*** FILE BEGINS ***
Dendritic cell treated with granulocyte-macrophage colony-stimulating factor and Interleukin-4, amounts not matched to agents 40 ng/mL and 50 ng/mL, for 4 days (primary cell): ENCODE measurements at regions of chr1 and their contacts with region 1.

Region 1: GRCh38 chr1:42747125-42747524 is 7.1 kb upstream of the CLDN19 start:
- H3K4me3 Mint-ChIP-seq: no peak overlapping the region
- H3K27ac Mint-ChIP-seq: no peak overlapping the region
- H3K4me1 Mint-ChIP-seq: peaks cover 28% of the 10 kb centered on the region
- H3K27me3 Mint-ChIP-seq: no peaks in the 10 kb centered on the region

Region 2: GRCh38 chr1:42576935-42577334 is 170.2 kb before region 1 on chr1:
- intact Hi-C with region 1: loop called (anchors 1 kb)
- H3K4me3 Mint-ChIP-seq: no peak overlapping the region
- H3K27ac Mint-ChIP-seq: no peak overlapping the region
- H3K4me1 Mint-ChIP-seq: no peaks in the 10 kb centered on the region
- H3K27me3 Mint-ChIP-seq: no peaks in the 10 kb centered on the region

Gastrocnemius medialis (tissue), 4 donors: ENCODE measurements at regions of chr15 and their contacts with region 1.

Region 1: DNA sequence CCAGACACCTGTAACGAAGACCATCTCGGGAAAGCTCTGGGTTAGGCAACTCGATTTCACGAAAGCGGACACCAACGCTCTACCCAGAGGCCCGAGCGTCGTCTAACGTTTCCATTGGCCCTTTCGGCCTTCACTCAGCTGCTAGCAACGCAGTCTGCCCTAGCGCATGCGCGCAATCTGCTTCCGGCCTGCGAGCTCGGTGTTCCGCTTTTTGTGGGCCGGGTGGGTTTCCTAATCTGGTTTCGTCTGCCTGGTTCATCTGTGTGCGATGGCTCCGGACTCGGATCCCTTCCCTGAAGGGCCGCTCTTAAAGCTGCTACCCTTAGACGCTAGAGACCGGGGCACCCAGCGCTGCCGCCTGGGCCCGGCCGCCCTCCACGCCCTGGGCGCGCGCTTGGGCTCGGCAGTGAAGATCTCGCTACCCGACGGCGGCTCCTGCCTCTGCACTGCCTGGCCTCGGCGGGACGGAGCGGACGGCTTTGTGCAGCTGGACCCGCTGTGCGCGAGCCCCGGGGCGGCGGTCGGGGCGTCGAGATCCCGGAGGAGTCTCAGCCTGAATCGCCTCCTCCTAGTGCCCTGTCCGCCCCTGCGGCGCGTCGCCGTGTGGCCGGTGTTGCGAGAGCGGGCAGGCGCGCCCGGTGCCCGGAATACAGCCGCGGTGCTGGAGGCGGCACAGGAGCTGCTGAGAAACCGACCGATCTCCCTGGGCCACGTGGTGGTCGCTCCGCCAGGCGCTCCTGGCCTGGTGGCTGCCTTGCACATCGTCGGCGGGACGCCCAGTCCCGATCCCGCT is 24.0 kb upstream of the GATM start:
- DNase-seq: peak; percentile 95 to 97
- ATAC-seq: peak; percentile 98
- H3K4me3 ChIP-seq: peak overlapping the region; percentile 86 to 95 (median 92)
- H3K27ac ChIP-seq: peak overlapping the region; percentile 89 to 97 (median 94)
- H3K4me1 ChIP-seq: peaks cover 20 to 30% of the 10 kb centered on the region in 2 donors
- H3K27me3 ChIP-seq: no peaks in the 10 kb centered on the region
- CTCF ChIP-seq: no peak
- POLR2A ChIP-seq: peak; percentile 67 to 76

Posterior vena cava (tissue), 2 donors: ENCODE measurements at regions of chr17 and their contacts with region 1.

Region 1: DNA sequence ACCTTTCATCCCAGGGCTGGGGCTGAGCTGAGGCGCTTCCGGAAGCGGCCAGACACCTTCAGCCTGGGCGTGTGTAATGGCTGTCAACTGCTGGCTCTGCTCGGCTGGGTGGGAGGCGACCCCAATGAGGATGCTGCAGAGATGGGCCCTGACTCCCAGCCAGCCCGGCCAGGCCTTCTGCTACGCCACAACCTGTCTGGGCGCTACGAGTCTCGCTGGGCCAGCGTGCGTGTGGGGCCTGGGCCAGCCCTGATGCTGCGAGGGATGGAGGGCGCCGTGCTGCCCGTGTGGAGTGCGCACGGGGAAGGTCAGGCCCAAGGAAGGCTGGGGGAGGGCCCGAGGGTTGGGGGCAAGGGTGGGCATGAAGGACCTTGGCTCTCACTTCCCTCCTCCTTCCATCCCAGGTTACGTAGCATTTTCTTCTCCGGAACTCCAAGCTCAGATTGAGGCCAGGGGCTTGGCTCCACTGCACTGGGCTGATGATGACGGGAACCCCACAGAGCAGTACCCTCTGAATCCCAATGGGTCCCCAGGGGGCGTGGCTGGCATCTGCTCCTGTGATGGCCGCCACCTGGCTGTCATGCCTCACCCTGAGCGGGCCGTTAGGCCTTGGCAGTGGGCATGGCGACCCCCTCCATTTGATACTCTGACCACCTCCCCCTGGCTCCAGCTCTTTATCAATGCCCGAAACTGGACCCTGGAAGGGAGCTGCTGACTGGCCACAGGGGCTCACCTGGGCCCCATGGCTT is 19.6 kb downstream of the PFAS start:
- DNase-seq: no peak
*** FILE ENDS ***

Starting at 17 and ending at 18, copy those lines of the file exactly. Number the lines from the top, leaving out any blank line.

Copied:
- H3K4me3 ChIP-seq: peak overlapping the region; percentile 86 to 95 (median 92)
- H3K27ac ChIP-seq: peak overlapping the region; percentile 89 to 97 (median 94)